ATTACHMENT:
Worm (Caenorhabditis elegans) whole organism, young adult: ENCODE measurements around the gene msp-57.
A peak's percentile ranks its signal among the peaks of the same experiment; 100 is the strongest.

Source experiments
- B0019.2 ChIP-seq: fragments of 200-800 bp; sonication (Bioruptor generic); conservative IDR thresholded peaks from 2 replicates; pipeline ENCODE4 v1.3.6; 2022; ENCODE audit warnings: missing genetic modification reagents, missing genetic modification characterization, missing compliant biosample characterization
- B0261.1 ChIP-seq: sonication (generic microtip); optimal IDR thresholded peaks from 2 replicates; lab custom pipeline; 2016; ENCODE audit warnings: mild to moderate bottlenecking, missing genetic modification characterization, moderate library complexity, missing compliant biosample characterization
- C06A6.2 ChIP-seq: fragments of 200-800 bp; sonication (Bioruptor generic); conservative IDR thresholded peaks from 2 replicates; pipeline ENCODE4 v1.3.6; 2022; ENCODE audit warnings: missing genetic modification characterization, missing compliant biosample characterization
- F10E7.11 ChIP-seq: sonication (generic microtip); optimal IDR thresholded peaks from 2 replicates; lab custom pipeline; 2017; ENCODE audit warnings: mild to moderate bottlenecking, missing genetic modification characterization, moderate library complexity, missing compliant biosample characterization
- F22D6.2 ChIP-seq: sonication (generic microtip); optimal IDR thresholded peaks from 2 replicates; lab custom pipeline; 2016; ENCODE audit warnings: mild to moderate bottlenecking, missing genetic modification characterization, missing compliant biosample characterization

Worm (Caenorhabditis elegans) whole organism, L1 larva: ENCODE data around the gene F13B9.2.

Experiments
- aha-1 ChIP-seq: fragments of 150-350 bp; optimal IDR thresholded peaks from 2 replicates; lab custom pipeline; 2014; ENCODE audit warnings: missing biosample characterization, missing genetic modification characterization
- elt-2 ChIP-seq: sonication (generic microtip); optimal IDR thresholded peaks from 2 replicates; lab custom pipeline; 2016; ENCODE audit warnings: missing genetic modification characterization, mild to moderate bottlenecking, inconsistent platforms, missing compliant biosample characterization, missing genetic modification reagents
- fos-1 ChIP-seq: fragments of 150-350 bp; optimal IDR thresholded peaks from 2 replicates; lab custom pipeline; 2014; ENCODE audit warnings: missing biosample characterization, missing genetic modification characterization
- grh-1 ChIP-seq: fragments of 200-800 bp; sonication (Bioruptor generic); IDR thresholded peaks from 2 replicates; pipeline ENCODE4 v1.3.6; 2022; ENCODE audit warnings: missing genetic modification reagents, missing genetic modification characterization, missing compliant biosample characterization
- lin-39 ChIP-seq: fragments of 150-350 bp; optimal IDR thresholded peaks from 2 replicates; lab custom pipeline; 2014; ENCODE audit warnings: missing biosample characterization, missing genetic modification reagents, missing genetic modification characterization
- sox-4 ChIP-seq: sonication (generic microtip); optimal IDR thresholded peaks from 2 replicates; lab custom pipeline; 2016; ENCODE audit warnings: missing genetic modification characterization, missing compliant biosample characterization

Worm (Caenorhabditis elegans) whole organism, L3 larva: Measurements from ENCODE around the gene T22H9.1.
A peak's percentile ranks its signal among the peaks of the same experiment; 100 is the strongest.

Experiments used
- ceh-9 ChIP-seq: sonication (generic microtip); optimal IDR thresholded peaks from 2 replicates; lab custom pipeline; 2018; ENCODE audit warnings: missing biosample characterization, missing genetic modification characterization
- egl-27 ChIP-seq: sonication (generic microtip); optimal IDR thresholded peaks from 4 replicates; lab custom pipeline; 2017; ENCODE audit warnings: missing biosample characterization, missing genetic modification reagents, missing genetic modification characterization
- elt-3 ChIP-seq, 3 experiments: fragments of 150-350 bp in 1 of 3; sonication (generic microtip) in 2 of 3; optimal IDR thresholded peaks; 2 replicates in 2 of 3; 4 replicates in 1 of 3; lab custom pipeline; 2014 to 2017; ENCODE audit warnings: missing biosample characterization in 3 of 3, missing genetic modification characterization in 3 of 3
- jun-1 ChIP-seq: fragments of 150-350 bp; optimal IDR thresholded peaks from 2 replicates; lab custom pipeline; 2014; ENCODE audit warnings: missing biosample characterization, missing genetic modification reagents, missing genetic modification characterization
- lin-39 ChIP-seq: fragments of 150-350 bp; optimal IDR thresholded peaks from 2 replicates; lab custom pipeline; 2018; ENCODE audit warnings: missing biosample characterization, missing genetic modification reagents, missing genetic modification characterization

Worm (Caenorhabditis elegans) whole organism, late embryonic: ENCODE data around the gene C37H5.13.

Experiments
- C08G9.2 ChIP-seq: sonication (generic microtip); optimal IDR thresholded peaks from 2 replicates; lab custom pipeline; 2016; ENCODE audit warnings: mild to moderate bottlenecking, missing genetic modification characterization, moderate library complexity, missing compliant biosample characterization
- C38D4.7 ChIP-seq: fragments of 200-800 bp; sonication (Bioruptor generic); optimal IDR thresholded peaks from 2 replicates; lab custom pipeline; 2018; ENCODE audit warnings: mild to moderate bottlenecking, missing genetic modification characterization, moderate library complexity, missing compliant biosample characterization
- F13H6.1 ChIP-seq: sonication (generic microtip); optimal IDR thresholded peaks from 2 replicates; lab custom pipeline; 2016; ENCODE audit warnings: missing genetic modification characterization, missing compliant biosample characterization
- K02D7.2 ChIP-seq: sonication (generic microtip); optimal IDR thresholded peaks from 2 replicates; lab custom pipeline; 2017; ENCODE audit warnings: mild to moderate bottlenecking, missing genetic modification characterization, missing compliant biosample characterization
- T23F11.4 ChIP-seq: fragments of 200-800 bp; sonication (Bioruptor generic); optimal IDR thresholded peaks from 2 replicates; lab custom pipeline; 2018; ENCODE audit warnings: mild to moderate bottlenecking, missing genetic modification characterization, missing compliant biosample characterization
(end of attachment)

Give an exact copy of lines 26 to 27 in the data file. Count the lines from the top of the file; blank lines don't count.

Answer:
Experiments
- C08G9.2 ChIP-seq: sonication (generic microtip); optimal IDR thresholded peaks from 2 replicates; lab custom pipeline; 2016; ENCODE audit warnings: mild to moderate bottlenecking, missing genetic modification characterization, moderate library complexity, missing compliant biosample characterization